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I am finding it difficult to design a database schema for a list feature. there would be a master list which then can be subsectioned into further lists.

each user is able to mark a candidate as a favourite candidate and can have many favourite candidates.

if a candidate is deleted from a list then it should still remain part of favourites, or be part of the main favoirtes list without belonging to a particular list.

  • a user can mark many candidates as favourite
  • a user can have many favourites lists
  • a favourites list can have many candidates

the following is what I have come up with so far. enter image description here as shown in the above image I am allowing the FavouritesListId to be nullable, this way if a list item is not associated with a certain list this means it is still favourited but not part of a particular list. I want to know if this is the optimal solution or if there is a better design approach available.

and here is the script to the schema:

    USE [Favourites]
GO
/****** Object:  Table [dbo].[Candidates]    Script Date: 10/05/2015 18:43:52 ******/
SET ANSI_NULLS ON
GO
SET QUOTED_IDENTIFIER ON
GO
CREATE TABLE [dbo].[Candidates](
    [Id] [int] NOT NULL,
    [Name] [nvarchar](50) NULL,
 CONSTRAINT [PK_Candidates] PRIMARY KEY CLUSTERED 
(
    [Id] ASC
)WITH (PAD_INDEX = OFF, STATISTICS_NORECOMPUTE = OFF, IGNORE_DUP_KEY = OFF, ALLOW_ROW_LOCKS = ON, ALLOW_PAGE_LOCKS = ON) ON [PRIMARY]
) ON [PRIMARY]

GO
/****** Object:  Table [dbo].[FavouritesList]    Script Date: 10/05/2015 18:43:52 ******/
SET ANSI_NULLS ON
GO
SET QUOTED_IDENTIFIER ON
GO
CREATE TABLE [dbo].[FavouritesList](
    [Id] [int] NOT NULL,
    [Title] [nvarchar](50) NULL,
 CONSTRAINT [PK_FavouritesList] PRIMARY KEY CLUSTERED 
(
    [Id] ASC
)WITH (PAD_INDEX = OFF, STATISTICS_NORECOMPUTE = OFF, IGNORE_DUP_KEY = OFF, ALLOW_ROW_LOCKS = ON, ALLOW_PAGE_LOCKS = ON) ON [PRIMARY]
) ON [PRIMARY]

GO
/****** Object:  Table [dbo].[FavouritesListItem]    Script Date: 10/05/2015 18:43:52 ******/
SET ANSI_NULLS ON
GO
SET QUOTED_IDENTIFIER ON
GO
CREATE TABLE [dbo].[FavouritesListItem](
    [Id] [int] NOT NULL,
    [FavouritesListId] [int] NULL,
    [CandidateId] [int] NOT NULL,
    [UserId] [int] NOT NULL,
 CONSTRAINT [PK_FavouritesListItem] PRIMARY KEY CLUSTERED 
(
    [Id] ASC
)WITH (PAD_INDEX = OFF, STATISTICS_NORECOMPUTE = OFF, IGNORE_DUP_KEY = OFF, ALLOW_ROW_LOCKS = ON, ALLOW_PAGE_LOCKS = ON) ON [PRIMARY]
) ON [PRIMARY]

GO
/****** Object:  Table [dbo].[Users]    Script Date: 10/05/2015 18:43:52 ******/
2
  • Will the favourite lists be shared among users or each user will have his own lists? Commented May 10, 2015 at 17:54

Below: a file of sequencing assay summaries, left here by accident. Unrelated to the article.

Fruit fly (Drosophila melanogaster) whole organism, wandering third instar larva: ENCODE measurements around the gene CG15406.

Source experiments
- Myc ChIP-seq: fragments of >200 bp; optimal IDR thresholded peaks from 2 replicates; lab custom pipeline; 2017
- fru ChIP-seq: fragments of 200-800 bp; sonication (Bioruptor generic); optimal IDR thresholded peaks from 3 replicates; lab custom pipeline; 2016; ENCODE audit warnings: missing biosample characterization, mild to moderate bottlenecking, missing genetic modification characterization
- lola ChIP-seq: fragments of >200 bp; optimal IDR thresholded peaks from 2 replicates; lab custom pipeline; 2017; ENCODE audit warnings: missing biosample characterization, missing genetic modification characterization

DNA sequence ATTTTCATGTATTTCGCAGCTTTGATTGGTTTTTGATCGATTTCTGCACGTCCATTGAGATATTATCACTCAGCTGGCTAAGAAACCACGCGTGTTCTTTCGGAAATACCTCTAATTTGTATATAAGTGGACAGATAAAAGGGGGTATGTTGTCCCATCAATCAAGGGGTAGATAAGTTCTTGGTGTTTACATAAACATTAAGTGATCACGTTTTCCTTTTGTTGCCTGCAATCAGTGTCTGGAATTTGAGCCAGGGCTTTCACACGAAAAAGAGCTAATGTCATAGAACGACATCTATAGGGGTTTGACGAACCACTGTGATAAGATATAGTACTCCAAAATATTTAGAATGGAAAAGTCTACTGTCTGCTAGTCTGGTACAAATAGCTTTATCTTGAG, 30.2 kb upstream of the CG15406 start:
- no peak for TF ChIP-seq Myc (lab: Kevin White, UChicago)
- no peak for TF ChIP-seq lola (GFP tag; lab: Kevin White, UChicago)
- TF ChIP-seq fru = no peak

• @ypercube each user will have its own lists.
    – xerxes
    Commented May 10, 2015 at 18:22

1 Answer 1

1

One issue I have with your current model is that it would be possible for a FavouritesList to contain FavouritesListItems that belong to different Users, which to my understanding of your business logic shouldn't happen. I think a better way would be to store all FavouritesListItems that don't belong to a particular FavouritesList in some entity that is designated as a User's "UngroupedFavouritesList". There are a few ways to create that entity.

Method 1

Make the Title attribute in FavouritesList nullable. If it is null, then it is considered to be the User's "UngroupedFavouritesList". enter image description here

Method 2

Add an "isUngrouped" flag to the FavouritesList table. If it's set to true, the it's considered the User's "UngroupedFavouritesList". The title attribute of FavouritesList would be null in this case. enter image description here

Method 3

Make FavouritesList a parent table with UngroupedFavouritesList and NamedFavouritesList as child tables. This is achieved by having the primary key of UngroupedFavouritesList and NamedFavouritesList also be a foreign key to the FavouritesList's primary key. enter image description here

Method 4

Create an "IFavouritesContainer" interface table, which both FavouritesList and User implement. This is achieved by User and FavouritesList having a foreign key to the IFavouritesContainer table. The FavouritesListItem then has a reference to the IFavouritesContainer that contains it. For ungrouped list items, its IFavouritesContainer would be the User. Note that the idea of implementing interfaces isn't a built-in thing with any RDMS that I know of, I'm just using the terms as an analogy to object oriented programming. enter image description here

Pros and Cons for each method

  • Method 1
    Pros:
    • Simple
    Cons:
    • It's not obvious that a null title means it's an "UngroupedFavouritesList
    • It's possible for a User to have multiple "UngroupedFavouritesLists"
  • Method 2
    Pros:
    • Simple
    • Clear what is an "UngroupedFavouritesList" and what isn't
    Cons:
    • Storing a title for the "UngroupedFavouritesList", even though it will always be null. This is very minor.
    • It's possible for a User to have multiple "UngroupedFavouritesLists"
  • Method 3
    Pros:
    • Clear what is an "UngroupedFavouritesList" and what isn't
    • Tables don't contain unnecessary fields
    Cons:
    • It's possible for a User to have multiple "UngroupedFavouritesLists"
    • More complex
  • Method 4
    Pros:
      Tables don't contain unnecessary fields
    • The business logic of a User containing only one "UngroupedFavouritesList" but multiple "NamedFavouritesLists" is preserved
    Cons:
    • More complex
    • Not obvious what it means for a FavouritesListItem to be contained by Users vs FavouritesList

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